"A voice was heard in Ramah,
Lamentation, weeping, and great mourning,
Rachel weeping for her children,
Refusing to be comforted,
Because they are no more."
It looks so much like every school I've walked through in America, including our partner school through St. Paul Community Baptist Church where I serve as Lead Pastor. It's funny, no matter how far you fly, when you get off the plane and enter a school you hear the same sounds, see some of the same sights from home. Ashen chalkboards. Squeaky laminate floors buffed until they shine plastically under the fluorescent bulbs. This German schoolhouse - worlds apart from Brooklyn - smells, looks and feels so much like the school housed just under our sanctuary.
Maybe that's why it takes my breath away for a moment when I close my eyes and painfully remember the one thing that all of Germany undoubtedly wishes this school didn't have in common with so many of the schools of its younger, Western neighbor: children massacred within its walls.
While in Winnenden, Germany last December as part of an envoy of religious and community leaders on a whirlwind tour - eventually the team would snake its way through Europe engaging in 19 meetings and events over 5 days in 7 cities across 4 countries - I didn't feel much like an official delegate at the moment. I felt much smaller, much more helpless. As I surveyed hallways that I know ran red with innocent children's blood just four years earlier, I was no longer a delegate but a father, a husband, and a pastor who had to make sense of this kind of senseless violence, both here in Germany and back home in East New York, Brooklyn.
When we first landed still hoping against hope to sit down with representatives of Beretta, Glock, and SIG Sauer to discuss the massive number of European firearms that turn up at American crime scenes, we knew it would be a hard trip. We had no delusions about a totally irenic exchange. After all, we were there to encourage billionaire gun merchants, among other things, to stop lobbying against gun restrictions in the U.S. and to invest more heavily in "microstamping" and other ballistics technology that make it easier for police to trace the perpetrators of gun-related crimes and even to prevent the unlawful use of handguns by anyone other than the registered owner.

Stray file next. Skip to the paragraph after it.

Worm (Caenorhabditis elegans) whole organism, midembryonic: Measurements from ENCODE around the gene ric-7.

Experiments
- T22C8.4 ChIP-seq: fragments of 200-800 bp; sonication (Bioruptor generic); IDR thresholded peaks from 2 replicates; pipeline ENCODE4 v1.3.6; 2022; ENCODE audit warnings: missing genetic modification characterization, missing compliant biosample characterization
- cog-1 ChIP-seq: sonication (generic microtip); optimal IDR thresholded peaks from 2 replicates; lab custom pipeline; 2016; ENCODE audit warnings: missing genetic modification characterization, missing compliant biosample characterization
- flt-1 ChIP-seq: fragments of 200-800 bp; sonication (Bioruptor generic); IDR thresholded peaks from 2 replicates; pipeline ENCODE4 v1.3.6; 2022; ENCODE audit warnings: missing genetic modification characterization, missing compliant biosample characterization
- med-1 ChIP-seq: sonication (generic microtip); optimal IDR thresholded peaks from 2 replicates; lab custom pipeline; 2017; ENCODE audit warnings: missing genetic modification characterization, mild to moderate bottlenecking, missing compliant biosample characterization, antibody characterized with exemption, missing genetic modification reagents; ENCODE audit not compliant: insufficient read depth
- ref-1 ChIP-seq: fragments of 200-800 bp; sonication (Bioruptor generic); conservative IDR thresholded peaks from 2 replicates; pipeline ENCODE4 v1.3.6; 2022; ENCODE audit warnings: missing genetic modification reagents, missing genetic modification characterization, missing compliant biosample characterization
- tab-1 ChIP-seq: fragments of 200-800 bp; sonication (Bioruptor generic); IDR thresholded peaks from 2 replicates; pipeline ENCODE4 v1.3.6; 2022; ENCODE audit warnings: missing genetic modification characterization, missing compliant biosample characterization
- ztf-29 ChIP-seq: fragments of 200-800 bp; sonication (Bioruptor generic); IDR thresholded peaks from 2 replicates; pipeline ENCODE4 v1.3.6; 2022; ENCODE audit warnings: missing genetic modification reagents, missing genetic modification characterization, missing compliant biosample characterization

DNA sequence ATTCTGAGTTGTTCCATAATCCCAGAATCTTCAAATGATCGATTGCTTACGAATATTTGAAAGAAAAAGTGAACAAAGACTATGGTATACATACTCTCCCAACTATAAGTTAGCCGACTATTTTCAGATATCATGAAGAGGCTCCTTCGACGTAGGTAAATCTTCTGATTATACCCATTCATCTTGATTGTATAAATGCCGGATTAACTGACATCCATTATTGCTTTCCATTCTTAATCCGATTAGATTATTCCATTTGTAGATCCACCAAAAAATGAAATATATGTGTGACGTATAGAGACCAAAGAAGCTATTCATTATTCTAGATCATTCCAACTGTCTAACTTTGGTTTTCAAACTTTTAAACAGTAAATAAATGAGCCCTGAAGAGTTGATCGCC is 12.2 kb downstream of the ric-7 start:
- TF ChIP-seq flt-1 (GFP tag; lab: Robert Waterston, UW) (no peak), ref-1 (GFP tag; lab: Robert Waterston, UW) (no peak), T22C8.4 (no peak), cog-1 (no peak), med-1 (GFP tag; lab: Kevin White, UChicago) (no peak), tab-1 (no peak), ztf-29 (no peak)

Before arrival we had not received any positive replies to our numerous requests for meetings with these companies (unless of course you count the response from one company which conveniently directed us to its American lobbying arm). So when we got off the plane our itinerary was mostly "wait and pray." If that wasn't enough to produce some anxiety I was acutely aware, all of us were, that we were prodding at and possibly provoking something much bigger than ourselves. We were coming with facts and figures and even, in our minds, moral force; none of that erased the anxiety of knowing that we might be, quite literally, sitting down with the big guns.
Yet as doors opened and meetings were scheduled from the German Chancellery and the U.S. Embassy in Berlin to the site of the European Parliament in Strasbourg (though no meetings with weapons manufacturing executives were ever granted), something happened. As we attempted to speak for the tens of thousands of Americans who are gunned down each year in places like Newtown and Aurora and Chicago, we started to learn new names of new cities that had wept those same tears: Eppstein, Emsdetten, Cologne, Erfurt.
As we lifted our voices on behalf of America's fallen, we also began to hear a voice. The sounds of lamentation, weeping and great mourning for all of God's children across the world, of every color and religion and age.
And for me, I think I started to hear that voice crying for the first time in that eerily familiar school in Winnenden. As those parents of children lost to gun violence spoke to us and charged us to speak with and for them, I heard the voice behind their voices. I heard the voices of the parents of young boys and girls killed by stray bullets in my own city time and time again. I heard the voices of the more than 200 sons of East New York who think and play and grow in the Imagine Me Leadership Charter School right below my office, too many of whom have lost a friend or a relative to an illegally obtained gun...
Almost immediately after returning to the States I was asked a question that made my blood boil. "Why?" Why deal with something seemingly so political? Why focus so much energy on anything besides preaching the Gospel?
Whenever I get that question I think about that first Sunday, just a day after returning home from Europe, we experienced a different kind of altar call at St. Paul. In our tradition, altar calls are usually calls for those in the congregation who have not entered into a relationship with God to do so immediately. In that moment we beckon all who are willing to be reconciled to divinity through Jesus Christ do so. But in this particular moment, we made a different call. I asked for all who had been touched directly by gun violence to stand and make their way to the altar. Within seconds an army of more than 100 of the people God has called me to shepherd rose to their feet and filled the space between pastor and people to capacity, some with tears streaming down their cheeks. "What gospel is powerful enough for this people if it doesn't have anything to say to those tears?"
In that moment I could hear the voice crying again. I knew immediately that I must never stop speaking as long as the voice is crying on high.